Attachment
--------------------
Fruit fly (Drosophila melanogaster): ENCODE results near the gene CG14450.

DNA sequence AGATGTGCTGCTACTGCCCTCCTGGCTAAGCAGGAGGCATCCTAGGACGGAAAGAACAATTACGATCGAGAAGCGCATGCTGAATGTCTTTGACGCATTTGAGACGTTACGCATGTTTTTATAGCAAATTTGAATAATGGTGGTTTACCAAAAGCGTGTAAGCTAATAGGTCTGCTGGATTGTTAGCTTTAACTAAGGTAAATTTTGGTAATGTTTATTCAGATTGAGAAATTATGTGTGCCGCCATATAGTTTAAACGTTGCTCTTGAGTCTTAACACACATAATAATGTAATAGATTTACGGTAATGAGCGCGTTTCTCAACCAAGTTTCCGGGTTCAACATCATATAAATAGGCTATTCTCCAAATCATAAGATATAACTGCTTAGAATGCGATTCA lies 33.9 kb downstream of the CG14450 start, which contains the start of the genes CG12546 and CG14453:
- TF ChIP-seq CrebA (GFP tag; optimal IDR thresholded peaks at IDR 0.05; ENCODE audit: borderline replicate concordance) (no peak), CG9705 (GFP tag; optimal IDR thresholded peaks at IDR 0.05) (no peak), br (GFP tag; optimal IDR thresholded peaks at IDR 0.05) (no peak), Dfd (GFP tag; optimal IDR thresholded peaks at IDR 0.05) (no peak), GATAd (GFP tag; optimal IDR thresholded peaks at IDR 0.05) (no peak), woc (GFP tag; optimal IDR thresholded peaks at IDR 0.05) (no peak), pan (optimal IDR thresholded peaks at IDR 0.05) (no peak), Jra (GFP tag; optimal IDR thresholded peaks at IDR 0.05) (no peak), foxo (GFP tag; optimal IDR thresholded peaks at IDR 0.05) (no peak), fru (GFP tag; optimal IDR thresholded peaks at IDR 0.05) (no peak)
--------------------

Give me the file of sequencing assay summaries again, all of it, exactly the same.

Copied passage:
Fruit fly (Drosophila melanogaster): ENCODE results near the gene CG14450.

DNA sequence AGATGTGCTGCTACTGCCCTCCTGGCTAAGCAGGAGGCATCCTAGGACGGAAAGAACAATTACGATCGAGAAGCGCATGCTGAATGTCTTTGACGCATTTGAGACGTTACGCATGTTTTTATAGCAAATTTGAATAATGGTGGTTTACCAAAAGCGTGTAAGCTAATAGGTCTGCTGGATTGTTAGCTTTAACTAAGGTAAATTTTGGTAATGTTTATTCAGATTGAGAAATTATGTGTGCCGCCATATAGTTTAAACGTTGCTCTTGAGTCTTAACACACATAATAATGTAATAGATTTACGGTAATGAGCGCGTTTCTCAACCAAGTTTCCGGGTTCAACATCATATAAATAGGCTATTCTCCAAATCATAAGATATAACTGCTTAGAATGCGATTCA lies 33.9 kb downstream of the CG14450 start, which contains the start of the genes CG12546 and CG14453:
- TF ChIP-seq CrebA (GFP tag; optimal IDR thresholded peaks at IDR 0.05; ENCODE audit: borderline replicate concordance) (no peak), CG9705 (GFP tag; optimal IDR thresholded peaks at IDR 0.05) (no peak), br (GFP tag; optimal IDR thresholded peaks at IDR 0.05) (no peak), Dfd (GFP tag; optimal IDR thresholded peaks at IDR 0.05) (no peak), GATAd (GFP tag; optimal IDR thresholded peaks at IDR 0.05) (no peak), woc (GFP tag; optimal IDR thresholded peaks at IDR 0.05) (no peak), pan (optimal IDR thresholded peaks at IDR 0.05) (no peak), Jra (GFP tag; optimal IDR thresholded peaks at IDR 0.05) (no peak), foxo (GFP tag; optimal IDR thresholded peaks at IDR 0.05) (no peak), fru (GFP tag; optimal IDR thresholded peaks at IDR 0.05) (no peak)